I didn’t know what to do with vulnerability.

It wasn’t all that different than the walk to the car after my “overshare” with a new friend or the way I felt after leaving a baby shower where my barren womb was noted … or when it wasn’t.

Vulnerability shuts down the systems of self-defense we create around our manicured lives.

And vulnerability, to God, is beautiful.

It’s His currency.

Flower Cherish

I form a language about God and nearness and tenderness, but I’m not sure I’ve ever experienced it independent from my own vulnerability. I talk of Him as a kind Father and a gentle leader, but that language rarely moves to reality without some level of uncomfortable exposure in my heart. I pray for “more of God” but I rarely grow in personal, intimate understanding of Him without, first, wearing the kind of vulnerability that I seem to spend most of my time avoiding.

The invulnerables are impenetrable.

And those who learn to re-set their system in the face of vulnerability — to turn to Him and bury their otherwise-shamed faces in His chest — are the ones into which He reaches. They’re the ones who grow.

I want to be them.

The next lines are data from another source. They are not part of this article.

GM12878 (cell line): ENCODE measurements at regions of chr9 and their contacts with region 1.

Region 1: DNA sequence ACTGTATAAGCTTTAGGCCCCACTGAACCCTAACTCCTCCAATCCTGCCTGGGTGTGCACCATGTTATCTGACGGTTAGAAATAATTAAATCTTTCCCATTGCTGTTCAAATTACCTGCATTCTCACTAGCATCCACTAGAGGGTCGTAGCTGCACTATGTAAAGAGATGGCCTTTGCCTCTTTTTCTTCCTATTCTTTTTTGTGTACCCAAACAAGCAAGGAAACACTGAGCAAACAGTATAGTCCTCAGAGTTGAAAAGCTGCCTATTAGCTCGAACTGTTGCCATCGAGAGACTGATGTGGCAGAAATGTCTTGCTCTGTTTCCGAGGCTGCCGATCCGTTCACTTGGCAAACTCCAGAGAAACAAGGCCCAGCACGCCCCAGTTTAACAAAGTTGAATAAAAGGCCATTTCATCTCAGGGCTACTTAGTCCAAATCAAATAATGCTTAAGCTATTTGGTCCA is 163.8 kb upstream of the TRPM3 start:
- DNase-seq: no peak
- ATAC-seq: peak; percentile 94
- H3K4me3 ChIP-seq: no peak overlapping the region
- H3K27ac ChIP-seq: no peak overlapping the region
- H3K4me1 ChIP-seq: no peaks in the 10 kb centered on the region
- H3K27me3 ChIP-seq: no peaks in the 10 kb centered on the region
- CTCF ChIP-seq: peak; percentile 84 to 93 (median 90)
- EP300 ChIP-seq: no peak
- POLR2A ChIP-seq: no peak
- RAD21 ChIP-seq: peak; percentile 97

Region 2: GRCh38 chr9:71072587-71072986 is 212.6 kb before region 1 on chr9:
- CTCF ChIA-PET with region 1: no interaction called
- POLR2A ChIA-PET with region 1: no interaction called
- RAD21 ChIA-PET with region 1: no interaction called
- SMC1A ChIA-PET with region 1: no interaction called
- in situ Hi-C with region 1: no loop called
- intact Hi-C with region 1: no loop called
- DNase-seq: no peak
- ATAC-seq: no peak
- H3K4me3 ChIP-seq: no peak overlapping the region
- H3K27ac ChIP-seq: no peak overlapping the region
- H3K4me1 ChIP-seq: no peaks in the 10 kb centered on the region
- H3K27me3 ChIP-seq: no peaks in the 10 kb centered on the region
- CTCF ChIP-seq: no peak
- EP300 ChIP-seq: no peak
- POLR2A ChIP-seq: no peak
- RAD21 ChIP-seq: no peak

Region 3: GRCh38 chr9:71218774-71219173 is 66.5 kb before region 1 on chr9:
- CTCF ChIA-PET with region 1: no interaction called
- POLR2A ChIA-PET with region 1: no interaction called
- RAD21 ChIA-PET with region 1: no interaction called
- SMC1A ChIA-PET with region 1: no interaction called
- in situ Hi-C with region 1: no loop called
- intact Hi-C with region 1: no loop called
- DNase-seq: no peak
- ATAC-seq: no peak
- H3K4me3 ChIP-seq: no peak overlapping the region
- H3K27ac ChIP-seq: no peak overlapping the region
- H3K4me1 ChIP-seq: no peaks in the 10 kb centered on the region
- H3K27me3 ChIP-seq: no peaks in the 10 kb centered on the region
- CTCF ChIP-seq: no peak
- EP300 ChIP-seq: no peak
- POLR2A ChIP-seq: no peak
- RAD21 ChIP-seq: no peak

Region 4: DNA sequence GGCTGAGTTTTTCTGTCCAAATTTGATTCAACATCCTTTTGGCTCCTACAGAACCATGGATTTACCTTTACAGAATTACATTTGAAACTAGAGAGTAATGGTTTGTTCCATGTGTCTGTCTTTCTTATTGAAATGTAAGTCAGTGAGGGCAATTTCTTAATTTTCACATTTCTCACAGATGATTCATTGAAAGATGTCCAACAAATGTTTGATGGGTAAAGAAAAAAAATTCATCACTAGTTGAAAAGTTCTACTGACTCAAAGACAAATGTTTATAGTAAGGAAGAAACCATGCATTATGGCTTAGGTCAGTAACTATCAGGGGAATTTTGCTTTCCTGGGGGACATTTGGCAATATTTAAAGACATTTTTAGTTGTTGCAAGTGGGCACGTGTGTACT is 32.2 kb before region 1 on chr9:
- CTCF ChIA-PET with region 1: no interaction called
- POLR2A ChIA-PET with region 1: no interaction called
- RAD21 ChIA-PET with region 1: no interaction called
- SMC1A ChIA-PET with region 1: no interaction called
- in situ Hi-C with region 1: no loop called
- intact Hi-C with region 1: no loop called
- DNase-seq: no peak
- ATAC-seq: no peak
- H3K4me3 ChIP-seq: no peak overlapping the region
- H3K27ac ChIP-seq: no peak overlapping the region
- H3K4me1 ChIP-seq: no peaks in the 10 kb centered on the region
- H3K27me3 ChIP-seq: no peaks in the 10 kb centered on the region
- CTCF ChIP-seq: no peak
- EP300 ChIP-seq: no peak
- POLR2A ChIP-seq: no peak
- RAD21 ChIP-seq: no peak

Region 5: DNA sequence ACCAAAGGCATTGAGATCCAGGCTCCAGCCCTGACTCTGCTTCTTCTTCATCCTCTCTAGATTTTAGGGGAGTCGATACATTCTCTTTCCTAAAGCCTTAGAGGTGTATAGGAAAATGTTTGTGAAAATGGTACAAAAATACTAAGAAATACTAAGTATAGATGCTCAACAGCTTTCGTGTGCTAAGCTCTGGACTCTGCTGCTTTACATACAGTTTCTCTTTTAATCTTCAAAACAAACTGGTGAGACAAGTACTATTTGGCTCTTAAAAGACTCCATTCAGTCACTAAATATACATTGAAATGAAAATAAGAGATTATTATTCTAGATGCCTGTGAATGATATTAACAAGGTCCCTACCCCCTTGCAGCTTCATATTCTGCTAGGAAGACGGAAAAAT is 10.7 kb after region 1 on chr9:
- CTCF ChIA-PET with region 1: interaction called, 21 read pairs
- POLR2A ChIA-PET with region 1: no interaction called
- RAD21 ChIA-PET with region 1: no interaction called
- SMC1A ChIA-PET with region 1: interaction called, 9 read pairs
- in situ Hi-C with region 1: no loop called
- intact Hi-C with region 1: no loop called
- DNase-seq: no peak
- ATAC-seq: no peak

Daisies MJ

I want to make the call to a friend at midnight because I need help, and turn to Him the next morning when my shame tells me otherwise.

I want to send a dozen texts for prayer and find out how safe it feels to curl up in His lap when that voice in my head tells me I’m a burden in my weakness.

I want to write a book (another one!) that exposes layers of my heart and life I’d feel safer not sharing and see Him wildly celebrating my partnership with Him when my heart starts to shrink back in fear.

I want to pray for my once-barren womb to open again, even past 40.

If the naked exposure of my vulnerability before God means I get to not just see but smell Him and touch Him and be held by Him, I’ll take it.


For Your Continued Pursuit (cause I don’t want you to just take my word for it): 2 Corinthians 4:7 | Psalm 22 | Psalm 34:18 | Isaiah 42:3 | Psalm 31:1-2 | Romans 8:1

The book: Every Bitter Thing is Sweet (Zondervan) is available here.

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First through fourth pictures compliments of Mandie Joy. Fifth picture compliments of Cherish Andrea Photography.